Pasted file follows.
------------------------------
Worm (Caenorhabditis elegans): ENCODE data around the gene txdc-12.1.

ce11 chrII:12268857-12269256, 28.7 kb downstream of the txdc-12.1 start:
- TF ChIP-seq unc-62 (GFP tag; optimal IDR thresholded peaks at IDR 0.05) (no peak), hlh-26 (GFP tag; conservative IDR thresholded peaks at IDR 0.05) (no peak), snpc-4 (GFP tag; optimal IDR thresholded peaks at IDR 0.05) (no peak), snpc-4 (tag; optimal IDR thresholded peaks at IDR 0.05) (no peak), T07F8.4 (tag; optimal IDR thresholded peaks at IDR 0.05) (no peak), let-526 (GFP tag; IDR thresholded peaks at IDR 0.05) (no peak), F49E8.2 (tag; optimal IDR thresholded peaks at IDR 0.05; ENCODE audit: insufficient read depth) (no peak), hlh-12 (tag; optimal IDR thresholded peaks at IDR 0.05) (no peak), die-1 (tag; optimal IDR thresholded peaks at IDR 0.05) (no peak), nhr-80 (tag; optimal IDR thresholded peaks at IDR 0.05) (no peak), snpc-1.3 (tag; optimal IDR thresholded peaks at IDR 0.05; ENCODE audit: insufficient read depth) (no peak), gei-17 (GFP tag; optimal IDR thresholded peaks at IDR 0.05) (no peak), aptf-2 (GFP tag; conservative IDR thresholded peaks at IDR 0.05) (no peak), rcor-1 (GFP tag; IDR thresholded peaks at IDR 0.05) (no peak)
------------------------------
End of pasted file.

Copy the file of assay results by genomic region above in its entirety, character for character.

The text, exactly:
Worm (Caenorhabditis elegans): ENCODE data around the gene txdc-12.1.

ce11 chrII:12268857-12269256, 28.7 kb downstream of the txdc-12.1 start:
- TF ChIP-seq unc-62 (GFP tag; optimal IDR thresholded peaks at IDR 0.05) (no peak), hlh-26 (GFP tag; conservative IDR thresholded peaks at IDR 0.05) (no peak), snpc-4 (GFP tag; optimal IDR thresholded peaks at IDR 0.05) (no peak), snpc-4 (tag; optimal IDR thresholded peaks at IDR 0.05) (no peak), T07F8.4 (tag; optimal IDR thresholded peaks at IDR 0.05) (no peak), let-526 (GFP tag; IDR thresholded peaks at IDR 0.05) (no peak), F49E8.2 (tag; optimal IDR thresholded peaks at IDR 0.05; ENCODE audit: insufficient read depth) (no peak), hlh-12 (tag; optimal IDR thresholded peaks at IDR 0.05) (no peak), die-1 (tag; optimal IDR thresholded peaks at IDR 0.05) (no peak), nhr-80 (tag; optimal IDR thresholded peaks at IDR 0.05) (no peak), snpc-1.3 (tag; optimal IDR thresholded peaks at IDR 0.05; ENCODE audit: insufficient read depth) (no peak), gei-17 (GFP tag; optimal IDR thresholded peaks at IDR 0.05) (no peak), aptf-2 (GFP tag; conservative IDR thresholded peaks at IDR 0.05) (no peak), rcor-1 (GFP tag; IDR thresholded peaks at IDR 0.05) (no peak)